Welches Dam is a hamlet and former civil parish, now in the parish of Manea, in the Fenland district, in the county of Cambridgeshire, England. It is around 5 miles (8 km) to the north west of Ely. The parish covered an area of 2,355 acres (953 ha). Within the parish boundaries were the hamlet of the same name and the settlement of Purls Bridge. In 1951 the parish had a population of 69. Welches Dam is the site of the visitor centre for the RSPB Ouse Washes reserve.
Cley Marshes is a 176-hectare (430-acre) nature reserve on the North Sea coast of England just outside the village of Cley next the Sea, Norfolk. A reserve since 1926, it is the oldest of the reserves belonging to the Norfolk Wildlife Trust (NWT), which is itself the oldest county Wildlife Trust in the United Kingdom. Cley Marshes protects an area of reed beds, freshwater marsh, pools and wet meadows and is part of the North Norfolk Coast Site of Special Scientific Interest (SSSI), Special Area of Conservation (SAC), Special Protection Area (SPA), and Ramsar Site due to the large numbers of birds it attracts.
Washland or washes are areas of land adjacent to rivers which are deliberately flooded at times when the rivers are high, to avoid flooding in residential or important agricultural areas. They often provide for overwintering wildfowl, and several include important nature reserves.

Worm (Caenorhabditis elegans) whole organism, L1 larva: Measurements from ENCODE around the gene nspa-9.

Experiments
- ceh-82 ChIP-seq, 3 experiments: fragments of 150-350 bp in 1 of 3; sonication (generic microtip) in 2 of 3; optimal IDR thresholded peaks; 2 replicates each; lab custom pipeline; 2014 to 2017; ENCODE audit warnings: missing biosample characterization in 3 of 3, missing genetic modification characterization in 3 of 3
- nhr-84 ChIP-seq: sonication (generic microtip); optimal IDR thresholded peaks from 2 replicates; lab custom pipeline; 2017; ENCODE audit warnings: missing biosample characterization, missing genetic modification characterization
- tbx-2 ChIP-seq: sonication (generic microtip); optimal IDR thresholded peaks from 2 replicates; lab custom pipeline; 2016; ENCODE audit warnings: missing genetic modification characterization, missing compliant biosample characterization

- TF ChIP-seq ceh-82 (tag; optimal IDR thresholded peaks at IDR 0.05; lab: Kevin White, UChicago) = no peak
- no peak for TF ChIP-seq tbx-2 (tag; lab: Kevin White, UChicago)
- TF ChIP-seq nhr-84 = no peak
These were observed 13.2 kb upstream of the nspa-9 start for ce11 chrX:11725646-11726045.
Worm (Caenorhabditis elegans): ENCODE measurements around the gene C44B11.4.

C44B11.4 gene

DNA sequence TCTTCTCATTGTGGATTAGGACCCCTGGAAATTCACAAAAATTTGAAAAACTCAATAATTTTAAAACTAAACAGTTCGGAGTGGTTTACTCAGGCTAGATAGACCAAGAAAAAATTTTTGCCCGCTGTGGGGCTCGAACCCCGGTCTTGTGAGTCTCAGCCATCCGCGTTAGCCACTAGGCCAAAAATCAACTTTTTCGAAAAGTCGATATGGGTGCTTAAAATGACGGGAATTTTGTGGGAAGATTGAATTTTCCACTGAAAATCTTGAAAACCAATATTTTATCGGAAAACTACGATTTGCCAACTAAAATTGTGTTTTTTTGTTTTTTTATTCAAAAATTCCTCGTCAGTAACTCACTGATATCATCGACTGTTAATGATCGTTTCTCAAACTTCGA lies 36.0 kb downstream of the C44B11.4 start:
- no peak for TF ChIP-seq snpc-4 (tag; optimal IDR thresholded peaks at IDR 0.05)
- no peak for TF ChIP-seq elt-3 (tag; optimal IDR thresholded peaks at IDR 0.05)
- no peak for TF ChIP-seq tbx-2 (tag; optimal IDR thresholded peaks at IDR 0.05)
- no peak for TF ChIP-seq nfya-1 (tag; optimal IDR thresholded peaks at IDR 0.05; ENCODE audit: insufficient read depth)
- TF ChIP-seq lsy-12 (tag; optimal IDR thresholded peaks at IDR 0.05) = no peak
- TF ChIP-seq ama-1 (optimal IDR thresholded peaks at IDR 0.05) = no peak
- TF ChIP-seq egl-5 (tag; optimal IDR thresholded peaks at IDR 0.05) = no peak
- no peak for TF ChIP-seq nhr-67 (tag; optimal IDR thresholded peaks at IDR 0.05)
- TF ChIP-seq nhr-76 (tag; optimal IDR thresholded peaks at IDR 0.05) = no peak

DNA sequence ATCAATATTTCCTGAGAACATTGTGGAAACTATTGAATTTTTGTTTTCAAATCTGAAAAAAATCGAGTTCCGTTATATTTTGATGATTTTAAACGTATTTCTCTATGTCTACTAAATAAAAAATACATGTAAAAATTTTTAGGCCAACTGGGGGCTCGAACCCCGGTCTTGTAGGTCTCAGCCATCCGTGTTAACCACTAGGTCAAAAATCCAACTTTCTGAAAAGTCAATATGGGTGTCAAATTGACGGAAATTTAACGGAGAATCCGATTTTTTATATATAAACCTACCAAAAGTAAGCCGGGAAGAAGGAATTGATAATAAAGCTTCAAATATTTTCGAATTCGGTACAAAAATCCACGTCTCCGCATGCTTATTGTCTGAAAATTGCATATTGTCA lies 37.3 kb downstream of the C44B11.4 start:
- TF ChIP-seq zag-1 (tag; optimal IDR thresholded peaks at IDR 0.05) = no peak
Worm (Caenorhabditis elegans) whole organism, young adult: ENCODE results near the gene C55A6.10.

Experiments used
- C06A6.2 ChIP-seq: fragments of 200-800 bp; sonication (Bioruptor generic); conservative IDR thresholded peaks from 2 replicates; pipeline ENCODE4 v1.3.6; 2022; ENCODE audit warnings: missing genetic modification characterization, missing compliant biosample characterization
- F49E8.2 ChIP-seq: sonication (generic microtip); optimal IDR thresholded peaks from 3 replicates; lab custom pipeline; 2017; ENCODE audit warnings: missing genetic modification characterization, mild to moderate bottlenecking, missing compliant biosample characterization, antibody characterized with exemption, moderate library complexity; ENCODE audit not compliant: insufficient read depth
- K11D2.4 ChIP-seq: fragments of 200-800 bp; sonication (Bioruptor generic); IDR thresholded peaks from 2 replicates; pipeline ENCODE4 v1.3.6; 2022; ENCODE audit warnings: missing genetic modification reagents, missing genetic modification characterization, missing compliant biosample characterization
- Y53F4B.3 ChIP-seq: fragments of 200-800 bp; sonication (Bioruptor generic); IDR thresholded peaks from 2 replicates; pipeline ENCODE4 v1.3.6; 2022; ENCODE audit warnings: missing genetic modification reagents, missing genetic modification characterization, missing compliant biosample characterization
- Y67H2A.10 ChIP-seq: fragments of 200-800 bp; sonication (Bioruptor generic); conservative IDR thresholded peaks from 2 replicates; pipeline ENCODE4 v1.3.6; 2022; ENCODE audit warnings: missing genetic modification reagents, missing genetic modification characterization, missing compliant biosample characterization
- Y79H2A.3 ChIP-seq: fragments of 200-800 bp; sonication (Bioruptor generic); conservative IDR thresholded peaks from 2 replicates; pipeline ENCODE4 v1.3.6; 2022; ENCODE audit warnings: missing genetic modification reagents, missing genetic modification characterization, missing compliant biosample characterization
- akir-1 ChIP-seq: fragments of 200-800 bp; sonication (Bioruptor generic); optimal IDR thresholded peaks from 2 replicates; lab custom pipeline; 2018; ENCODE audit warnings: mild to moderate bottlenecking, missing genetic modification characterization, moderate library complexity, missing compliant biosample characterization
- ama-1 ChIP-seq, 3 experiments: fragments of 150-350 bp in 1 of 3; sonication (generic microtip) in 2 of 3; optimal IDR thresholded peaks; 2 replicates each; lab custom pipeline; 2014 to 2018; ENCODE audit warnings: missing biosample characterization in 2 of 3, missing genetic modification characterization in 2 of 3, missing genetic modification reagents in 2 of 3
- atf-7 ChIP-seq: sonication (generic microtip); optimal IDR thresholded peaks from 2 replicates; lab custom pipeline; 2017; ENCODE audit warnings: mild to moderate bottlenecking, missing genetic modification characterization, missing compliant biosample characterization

The Ouse Washes Landscape Partnership scheme (OWLP) is a 3-year project supported by the Heritage Lottery Fund which runs from 2014 - 2017. The scheme focuses on the promotion of the area surrounding the Ouse Washes, the heart of the Cambridgeshire and Norfolk Fens, and on encouraging community engagement with the area’s diverse heritage.
Cam Washes is a 166.5-hectare (411-acre) biological Site of Special Scientific Interest west of Wicken in Cambridgeshire.
Berry Fen is a 15.3-hectare (38-acre) biological Site of Special Scientific Interest on the western outskirts of Earith in Cambridgeshire.